BLTC Press Titles

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Letters on the Aesthetical Education of Man

Friedrich Schiller

Tao Te Ching

Lao Tzu, James Legge (trans.)

The Souls of Black Folk

W. E. B. DuBois

The Secret Doctrine, Volume II Anthropogenesis

H. P. Blavatsky

History of Georgia

by Robert Preston Brooks


1734. Salzburgers come.

1735. Augusta begun.

1736. Scots settle at Darien. Frederica marked out.

1739. Oglethorpe invades Florida.

1742. Spaniards invade Georgia. Battle of Bloody Marsh.

1743. Oglethorpe's final departure from the colony. 1752. Resignation of the Trustees.

Coming of the Dorchester Colony. 1754. Georgia becomes a Crown Colony.

1763. Close of French and Indian War. Georgia's boundary extended to the St. Mary's River.

1776. Lyman Hall, Button Gwinnett and George Walton sign

the Declaration of Independence.

1777. First state constitution.

1778. Georgia adopts Articles of Confederation. British take Savannah.

1779. French and Americans attack Savannah.

1782. British withdraw from Georgia.

1783. Close of Revolution. Georgia claims lands westward to

the Mississippi River.

1783-1800. Coming of the Virginians and Carolinians to Middle Georgia.

1784- Charter of the University of Georgia.

1788. Georgia adopts the Federal Constitution.

1789. Second state constitution.
:793- Cotton gin invented in Georgia.
1794-1796. Yazoo Frauds.

1795. Louisville made the capital.
1798. Third state constitution.

1801. Opening of University of Georgia.

1802. Georgia cedes western lands to United States.

1803. Milledgeville laid out and designated as the capital. Establishment of the land lottery.

1807. First meeting of legislature in Milledgeville. 1819. First steamship to cross the Atlantic sails from Savannah. 1827. Creek Indians leave Georgia.

1833. Georgia Railroad and Banking Company chartered. Central of Georgia Railroad chartered.

1836. Western and Atlantic Railroad authorized to be con

structed as a state-owned road.
Emory College chartered.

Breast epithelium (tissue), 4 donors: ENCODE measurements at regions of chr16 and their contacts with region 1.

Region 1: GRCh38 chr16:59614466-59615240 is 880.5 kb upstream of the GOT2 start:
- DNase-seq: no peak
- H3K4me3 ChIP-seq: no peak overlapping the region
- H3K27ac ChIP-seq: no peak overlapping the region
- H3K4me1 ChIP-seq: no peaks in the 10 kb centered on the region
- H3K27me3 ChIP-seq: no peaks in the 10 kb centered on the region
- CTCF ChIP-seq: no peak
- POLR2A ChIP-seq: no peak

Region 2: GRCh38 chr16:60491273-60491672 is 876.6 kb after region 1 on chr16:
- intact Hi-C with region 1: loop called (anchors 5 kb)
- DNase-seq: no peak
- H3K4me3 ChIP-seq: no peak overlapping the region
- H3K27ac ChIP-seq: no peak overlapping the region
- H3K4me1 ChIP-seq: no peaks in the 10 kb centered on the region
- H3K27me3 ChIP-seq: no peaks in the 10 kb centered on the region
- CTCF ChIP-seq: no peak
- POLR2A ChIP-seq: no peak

Wesleyan Female College chartered.

1837. Mercer University chartered.

1838. Cherokees expelled from Georgia.

1842. Crawford W. Long discovers anaesthesia.

1845. Supreme Court established.

1851. Howell Cobb elected Governor on platform advocating

Clay's Compromise.

1861. Georgia secedes from the Union. Fourth state constitution.

1864. Sherman destroys Atlanta. Sherman's March to the Sea.

1865. President Johnson reconstructs Georgia. Thirteenth

Amendment adopted.
Fifth state constitution.

1867. Congress overthrows the Johnson government.

1868. Fourteenth Amendment to the Federal Constitution

Sixth state constitution.

1870. Final reconstruction of Georgia. Fifteenth amendment


1871. Public school system put in operation. 1877. Seventh state constitution.

Atlanta becomes the capital. 1879. State Railroad Commission established. 1892. Rise of Populist Party. 1895. Cotton States and International Exposition. 1904. Local self-taxation for schools authorized.

1906. Court o.f Appeals established. Agricultural high schools established. State College of Agriculture established.

1907. Legislature passes a state-wide prohibition law.

1908. Disfranchisement of negroes. Abolition of the convict lease system. Beginning of good roads movement.

1912. Constitutional amendment making high schools a part of the state school system.

History of Georgia



The Importance of Geography

The history of a country properly begins with a study of its geography, for without such a study it is impossible to understand the life of the people. The ways in which Georgians make their living, their political opinions and social and educational conditions are largely the results of the situation and climate of the state. An illustration of the powerful influence of physical conditions is afforded by the early experience of our people on the seacoast. The founders of the colony prohibited the holding of slaves, because it was intended that the settlers should produce wine and silk, and in these light employments slaves would not be needed. But climatic conditions were such that these industries did not succeed. Georgians turned their attention to rice growing, and as the coast was swampy and malarious, it seemed necessary to allow the introduction of slaves. The whole subsequent history of Georgia was affected by this change from a free labor system to the use or slaves. Instances could be mutiplied, but this illustration is sufficient to show the student how necessary it is to know something of the climate and soils of a state, if he would rightly understand her history.

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